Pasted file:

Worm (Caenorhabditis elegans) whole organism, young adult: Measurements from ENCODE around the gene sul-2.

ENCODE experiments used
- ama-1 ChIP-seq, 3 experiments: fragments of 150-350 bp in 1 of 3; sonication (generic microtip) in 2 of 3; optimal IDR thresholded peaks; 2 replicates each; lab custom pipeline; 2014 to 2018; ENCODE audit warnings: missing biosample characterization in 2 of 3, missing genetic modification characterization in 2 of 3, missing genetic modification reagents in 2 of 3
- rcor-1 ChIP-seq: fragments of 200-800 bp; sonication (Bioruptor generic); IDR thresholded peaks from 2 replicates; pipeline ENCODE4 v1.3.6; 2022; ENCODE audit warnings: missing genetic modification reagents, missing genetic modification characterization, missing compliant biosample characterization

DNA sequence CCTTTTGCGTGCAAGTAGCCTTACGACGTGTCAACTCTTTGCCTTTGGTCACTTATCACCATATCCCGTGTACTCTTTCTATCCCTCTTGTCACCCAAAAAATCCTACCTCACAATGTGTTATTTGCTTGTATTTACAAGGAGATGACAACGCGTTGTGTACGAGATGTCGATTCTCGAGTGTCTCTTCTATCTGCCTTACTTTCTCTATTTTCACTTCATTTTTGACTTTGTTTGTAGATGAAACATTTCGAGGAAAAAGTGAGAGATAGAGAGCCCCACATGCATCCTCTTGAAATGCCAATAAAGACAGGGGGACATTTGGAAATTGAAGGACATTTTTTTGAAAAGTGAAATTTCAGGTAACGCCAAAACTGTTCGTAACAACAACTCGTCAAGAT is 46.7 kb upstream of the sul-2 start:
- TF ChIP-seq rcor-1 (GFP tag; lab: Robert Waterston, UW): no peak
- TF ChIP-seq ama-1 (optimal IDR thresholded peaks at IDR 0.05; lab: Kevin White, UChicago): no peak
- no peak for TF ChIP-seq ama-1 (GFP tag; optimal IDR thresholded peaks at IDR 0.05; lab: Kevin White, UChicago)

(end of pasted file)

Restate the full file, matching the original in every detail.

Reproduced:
Worm (Caenorhabditis elegans) whole organism, young adult: Measurements from ENCODE around the gene sul-2.

ENCODE experiments used
- ama-1 ChIP-seq, 3 experiments: fragments of 150-350 bp in 1 of 3; sonication (generic microtip) in 2 of 3; optimal IDR thresholded peaks; 2 replicates each; lab custom pipeline; 2014 to 2018; ENCODE audit warnings: missing biosample characterization in 2 of 3, missing genetic modification characterization in 2 of 3, missing genetic modification reagents in 2 of 3
- rcor-1 ChIP-seq: fragments of 200-800 bp; sonication (Bioruptor generic); IDR thresholded peaks from 2 replicates; pipeline ENCODE4 v1.3.6; 2022; ENCODE audit warnings: missing genetic modification reagents, missing genetic modification characterization, missing compliant biosample characterization

DNA sequence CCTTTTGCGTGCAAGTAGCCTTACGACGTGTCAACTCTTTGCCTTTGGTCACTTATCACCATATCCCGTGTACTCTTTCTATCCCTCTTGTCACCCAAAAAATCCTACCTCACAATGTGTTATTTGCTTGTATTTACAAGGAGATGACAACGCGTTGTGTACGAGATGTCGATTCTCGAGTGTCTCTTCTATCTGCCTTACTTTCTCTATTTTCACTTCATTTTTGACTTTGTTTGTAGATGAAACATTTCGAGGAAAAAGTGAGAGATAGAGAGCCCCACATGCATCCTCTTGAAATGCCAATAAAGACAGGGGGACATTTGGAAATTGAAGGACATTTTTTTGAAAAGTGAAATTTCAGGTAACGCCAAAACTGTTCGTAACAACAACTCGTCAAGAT is 46.7 kb upstream of the sul-2 start:
- TF ChIP-seq rcor-1 (GFP tag; lab: Robert Waterston, UW): no peak
- TF ChIP-seq ama-1 (optimal IDR thresholded peaks at IDR 0.05; lab: Kevin White, UChicago): no peak
- no peak for TF ChIP-seq ama-1 (GFP tag; optimal IDR thresholded peaks at IDR 0.05; lab: Kevin White, UChicago)